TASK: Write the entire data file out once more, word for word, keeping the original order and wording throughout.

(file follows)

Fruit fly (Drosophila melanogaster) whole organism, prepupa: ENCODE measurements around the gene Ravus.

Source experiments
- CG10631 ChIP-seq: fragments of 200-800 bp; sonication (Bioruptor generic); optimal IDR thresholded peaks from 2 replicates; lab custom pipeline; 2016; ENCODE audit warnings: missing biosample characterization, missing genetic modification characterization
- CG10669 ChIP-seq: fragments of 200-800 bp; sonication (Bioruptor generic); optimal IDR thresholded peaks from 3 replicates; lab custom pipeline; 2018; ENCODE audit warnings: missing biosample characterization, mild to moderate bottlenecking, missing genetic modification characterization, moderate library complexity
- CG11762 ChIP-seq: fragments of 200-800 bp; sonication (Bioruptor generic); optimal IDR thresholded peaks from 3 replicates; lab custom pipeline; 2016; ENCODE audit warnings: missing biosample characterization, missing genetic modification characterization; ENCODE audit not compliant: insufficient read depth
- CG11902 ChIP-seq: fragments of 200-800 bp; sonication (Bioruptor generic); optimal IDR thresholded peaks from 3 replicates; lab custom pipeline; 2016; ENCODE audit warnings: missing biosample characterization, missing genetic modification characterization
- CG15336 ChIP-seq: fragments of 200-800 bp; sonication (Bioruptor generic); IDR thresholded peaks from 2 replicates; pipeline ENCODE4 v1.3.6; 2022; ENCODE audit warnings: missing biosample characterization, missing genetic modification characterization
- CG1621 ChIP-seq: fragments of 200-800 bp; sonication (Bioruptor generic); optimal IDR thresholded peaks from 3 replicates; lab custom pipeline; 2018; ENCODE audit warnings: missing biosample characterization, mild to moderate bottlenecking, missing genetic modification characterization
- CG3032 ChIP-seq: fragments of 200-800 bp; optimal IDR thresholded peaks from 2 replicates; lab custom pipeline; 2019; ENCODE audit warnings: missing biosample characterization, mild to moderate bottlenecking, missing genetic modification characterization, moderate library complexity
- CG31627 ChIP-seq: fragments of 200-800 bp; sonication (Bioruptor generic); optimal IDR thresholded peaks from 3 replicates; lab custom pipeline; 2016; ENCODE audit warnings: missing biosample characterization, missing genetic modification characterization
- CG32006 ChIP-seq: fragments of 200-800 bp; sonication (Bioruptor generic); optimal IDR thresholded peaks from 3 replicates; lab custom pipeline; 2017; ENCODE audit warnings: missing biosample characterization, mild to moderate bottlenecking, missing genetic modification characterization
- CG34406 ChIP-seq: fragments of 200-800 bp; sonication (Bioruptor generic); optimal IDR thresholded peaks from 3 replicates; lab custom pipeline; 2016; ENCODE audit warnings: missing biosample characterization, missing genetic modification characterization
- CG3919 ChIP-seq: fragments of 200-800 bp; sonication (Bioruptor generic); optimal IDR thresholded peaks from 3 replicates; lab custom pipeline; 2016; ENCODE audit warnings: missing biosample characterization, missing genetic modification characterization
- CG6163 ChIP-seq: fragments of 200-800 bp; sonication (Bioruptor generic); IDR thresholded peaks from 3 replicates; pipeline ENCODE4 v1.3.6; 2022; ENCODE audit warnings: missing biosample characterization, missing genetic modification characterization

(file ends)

Fruit fly (Drosophila melanogaster) whole organism, prepupa: ENCODE measurements around the gene Ravus.

Source experiments
- CG10631 ChIP-seq: fragments of 200-800 bp; sonication (Bioruptor generic); optimal IDR thresholded peaks from 2 replicates; lab custom pipeline; 2016; ENCODE audit warnings: missing biosample characterization, missing genetic modification characterization
- CG10669 ChIP-seq: fragments of 200-800 bp; sonication (Bioruptor generic); optimal IDR thresholded peaks from 3 replicates; lab custom pipeline; 2018; ENCODE audit warnings: missing biosample characterization, mild to moderate bottlenecking, missing genetic modification characterization, moderate library complexity
- CG11762 ChIP-seq: fragments of 200-800 bp; sonication (Bioruptor generic); optimal IDR thresholded peaks from 3 replicates; lab custom pipeline; 2016; ENCODE audit warnings: missing biosample characterization, missing genetic modification characterization; ENCODE audit not compliant: insufficient read depth
- CG11902 ChIP-seq: fragments of 200-800 bp; sonication (Bioruptor generic); optimal IDR thresholded peaks from 3 replicates; lab custom pipeline; 2016; ENCODE audit warnings: missing biosample characterization, missing genetic modification characterization
- CG15336 ChIP-seq: fragments of 200-800 bp; sonication (Bioruptor generic); IDR thresholded peaks from 2 replicates; pipeline ENCODE4 v1.3.6; 2022; ENCODE audit warnings: missing biosample characterization, missing genetic modification characterization
- CG1621 ChIP-seq: fragments of 200-800 bp; sonication (Bioruptor generic); optimal IDR thresholded peaks from 3 replicates; lab custom pipeline; 2018; ENCODE audit warnings: missing biosample characterization, mild to moderate bottlenecking, missing genetic modification characterization
- CG3032 ChIP-seq: fragments of 200-800 bp; optimal IDR thresholded peaks from 2 replicates; lab custom pipeline; 2019; ENCODE audit warnings: missing biosample characterization, mild to moderate bottlenecking, missing genetic modification characterization, moderate library complexity
- CG31627 ChIP-seq: fragments of 200-800 bp; sonication (Bioruptor generic); optimal IDR thresholded peaks from 3 replicates; lab custom pipeline; 2016; ENCODE audit warnings: missing biosample characterization, missing genetic modification characterization
- CG32006 ChIP-seq: fragments of 200-800 bp; sonication (Bioruptor generic); optimal IDR thresholded peaks from 3 replicates; lab custom pipeline; 2017; ENCODE audit warnings: missing biosample characterization, mild to moderate bottlenecking, missing genetic modification characterization
- CG34406 ChIP-seq: fragments of 200-800 bp; sonication (Bioruptor generic); optimal IDR thresholded peaks from 3 replicates; lab custom pipeline; 2016; ENCODE audit warnings: missing biosample characterization, missing genetic modification characterization
- CG3919 ChIP-seq: fragments of 200-800 bp; sonication (Bioruptor generic); optimal IDR thresholded peaks from 3 replicates; lab custom pipeline; 2016; ENCODE audit warnings: missing biosample characterization, missing genetic modification characterization
- CG6163 ChIP-seq: fragments of 200-800 bp; sonication (Bioruptor generic); IDR thresholded peaks from 3 replicates; pipeline ENCODE4 v1.3.6; 2022; ENCODE audit warnings: missing biosample characterization, missing genetic modification characterization